Marcia Bergeron died from taking pills she purchased over the Internet, through a website plastered with fake medical agency endorsements.
Think those spams and web pages touting deeply discounted drugs are a great deal? Think the latest link is too good to pass up, the message too compelling to ignore?
Remember Marcia Bergeron’s name. In Canada, it’s all over the media, due to death at 57 in December 2006. Security firm Sophos noted the coroner’s findings as gathered from those reports:
Bergeron’s death has not been conclusively linked to the pills, and pharmacists in Canada have been calling for the coroner, Rose Stanton, to hold an inquest and make the findings public.
“Inquests may be held to focus community attention on a death and/or to satisfy the community that the death of one of its members is not overlooked, concealed or ignored,” said CPhA Executive Director Jeff Poston. “This is precisely the type of case that demands an inquest be held.”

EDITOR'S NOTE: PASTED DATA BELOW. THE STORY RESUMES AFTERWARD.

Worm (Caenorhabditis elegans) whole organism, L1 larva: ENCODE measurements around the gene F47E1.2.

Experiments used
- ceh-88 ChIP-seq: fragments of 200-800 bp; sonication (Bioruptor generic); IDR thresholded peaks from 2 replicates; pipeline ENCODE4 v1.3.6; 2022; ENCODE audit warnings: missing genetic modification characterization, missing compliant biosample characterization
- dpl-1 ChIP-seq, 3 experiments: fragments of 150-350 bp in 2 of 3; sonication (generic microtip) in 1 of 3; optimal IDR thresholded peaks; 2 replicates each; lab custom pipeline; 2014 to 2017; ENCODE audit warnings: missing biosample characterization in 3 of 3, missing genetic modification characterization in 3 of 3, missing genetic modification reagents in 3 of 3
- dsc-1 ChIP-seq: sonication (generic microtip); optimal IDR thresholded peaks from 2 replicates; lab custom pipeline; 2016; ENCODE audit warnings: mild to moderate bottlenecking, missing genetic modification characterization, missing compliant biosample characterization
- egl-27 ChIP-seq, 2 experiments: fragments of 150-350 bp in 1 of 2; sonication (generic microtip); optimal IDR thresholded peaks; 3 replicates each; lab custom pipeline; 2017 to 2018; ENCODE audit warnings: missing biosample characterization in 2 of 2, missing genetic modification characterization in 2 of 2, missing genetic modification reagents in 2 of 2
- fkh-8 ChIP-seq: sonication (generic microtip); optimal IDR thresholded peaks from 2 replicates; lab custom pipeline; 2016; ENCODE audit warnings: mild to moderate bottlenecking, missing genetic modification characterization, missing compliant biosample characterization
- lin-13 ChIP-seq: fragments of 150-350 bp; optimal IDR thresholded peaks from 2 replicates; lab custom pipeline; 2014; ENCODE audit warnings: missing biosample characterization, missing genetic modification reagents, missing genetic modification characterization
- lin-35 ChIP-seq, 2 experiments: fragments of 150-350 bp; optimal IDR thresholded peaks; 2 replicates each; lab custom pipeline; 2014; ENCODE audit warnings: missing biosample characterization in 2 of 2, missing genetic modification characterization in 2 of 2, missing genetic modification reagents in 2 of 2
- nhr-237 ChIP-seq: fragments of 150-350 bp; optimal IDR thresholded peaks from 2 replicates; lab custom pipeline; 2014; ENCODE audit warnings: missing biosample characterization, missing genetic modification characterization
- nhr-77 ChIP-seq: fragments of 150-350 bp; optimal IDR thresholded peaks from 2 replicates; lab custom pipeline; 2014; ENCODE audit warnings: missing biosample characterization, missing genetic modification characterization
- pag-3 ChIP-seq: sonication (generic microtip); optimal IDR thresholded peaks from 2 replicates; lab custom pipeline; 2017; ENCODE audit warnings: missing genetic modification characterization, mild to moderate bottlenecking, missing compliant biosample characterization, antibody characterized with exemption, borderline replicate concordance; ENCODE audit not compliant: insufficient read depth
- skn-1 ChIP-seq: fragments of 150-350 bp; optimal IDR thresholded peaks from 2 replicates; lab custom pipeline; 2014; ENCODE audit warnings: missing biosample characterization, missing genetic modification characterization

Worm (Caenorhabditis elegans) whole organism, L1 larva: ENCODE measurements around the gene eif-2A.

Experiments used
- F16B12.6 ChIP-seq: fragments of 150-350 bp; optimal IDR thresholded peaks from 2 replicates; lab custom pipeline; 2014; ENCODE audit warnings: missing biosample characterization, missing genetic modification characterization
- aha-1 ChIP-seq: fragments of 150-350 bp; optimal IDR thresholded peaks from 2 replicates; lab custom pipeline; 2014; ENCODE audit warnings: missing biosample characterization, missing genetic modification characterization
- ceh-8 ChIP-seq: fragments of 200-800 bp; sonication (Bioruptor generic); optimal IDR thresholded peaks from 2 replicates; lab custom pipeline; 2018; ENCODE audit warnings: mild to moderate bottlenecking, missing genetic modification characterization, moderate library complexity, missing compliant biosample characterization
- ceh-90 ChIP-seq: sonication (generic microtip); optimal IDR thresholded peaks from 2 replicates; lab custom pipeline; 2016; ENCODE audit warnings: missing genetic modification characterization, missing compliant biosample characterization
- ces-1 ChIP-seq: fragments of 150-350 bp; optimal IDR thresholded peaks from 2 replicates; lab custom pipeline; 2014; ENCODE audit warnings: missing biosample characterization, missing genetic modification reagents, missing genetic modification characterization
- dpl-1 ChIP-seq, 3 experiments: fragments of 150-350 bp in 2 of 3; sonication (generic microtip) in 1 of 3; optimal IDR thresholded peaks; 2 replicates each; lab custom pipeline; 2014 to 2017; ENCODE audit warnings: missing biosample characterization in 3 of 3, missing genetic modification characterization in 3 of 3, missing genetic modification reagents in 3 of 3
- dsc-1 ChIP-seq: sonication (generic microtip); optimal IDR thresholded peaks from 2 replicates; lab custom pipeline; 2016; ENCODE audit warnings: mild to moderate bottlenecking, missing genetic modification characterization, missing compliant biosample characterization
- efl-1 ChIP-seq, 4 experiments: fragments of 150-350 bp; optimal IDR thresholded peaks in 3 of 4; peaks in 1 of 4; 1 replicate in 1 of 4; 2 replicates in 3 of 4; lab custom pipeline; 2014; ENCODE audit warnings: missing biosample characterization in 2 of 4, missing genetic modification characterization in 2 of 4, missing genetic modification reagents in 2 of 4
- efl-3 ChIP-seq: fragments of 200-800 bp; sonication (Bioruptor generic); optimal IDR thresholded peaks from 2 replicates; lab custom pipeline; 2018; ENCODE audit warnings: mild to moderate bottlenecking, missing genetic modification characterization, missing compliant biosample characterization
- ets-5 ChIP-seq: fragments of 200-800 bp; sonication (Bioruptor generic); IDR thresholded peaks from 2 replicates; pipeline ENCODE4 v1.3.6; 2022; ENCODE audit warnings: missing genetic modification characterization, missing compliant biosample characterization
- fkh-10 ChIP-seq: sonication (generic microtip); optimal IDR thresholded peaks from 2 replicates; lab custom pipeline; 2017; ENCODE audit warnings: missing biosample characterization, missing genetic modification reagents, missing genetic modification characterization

Pharmaceutical spam has remained an ongoing pest for email recipients for years. Symantec’s report on January 2007 spam showed health-related spams were matched by product spam, and trailed only financial spam slightly, for the month.
An inquest that includes an investigation into Bergeron’s computer may uncover more details on how she reached the now-closed fake pharmacy site. Avoiding those sites and discarding messages advertising them should be something people do today. Bergeron doesn’t get that chance; you do.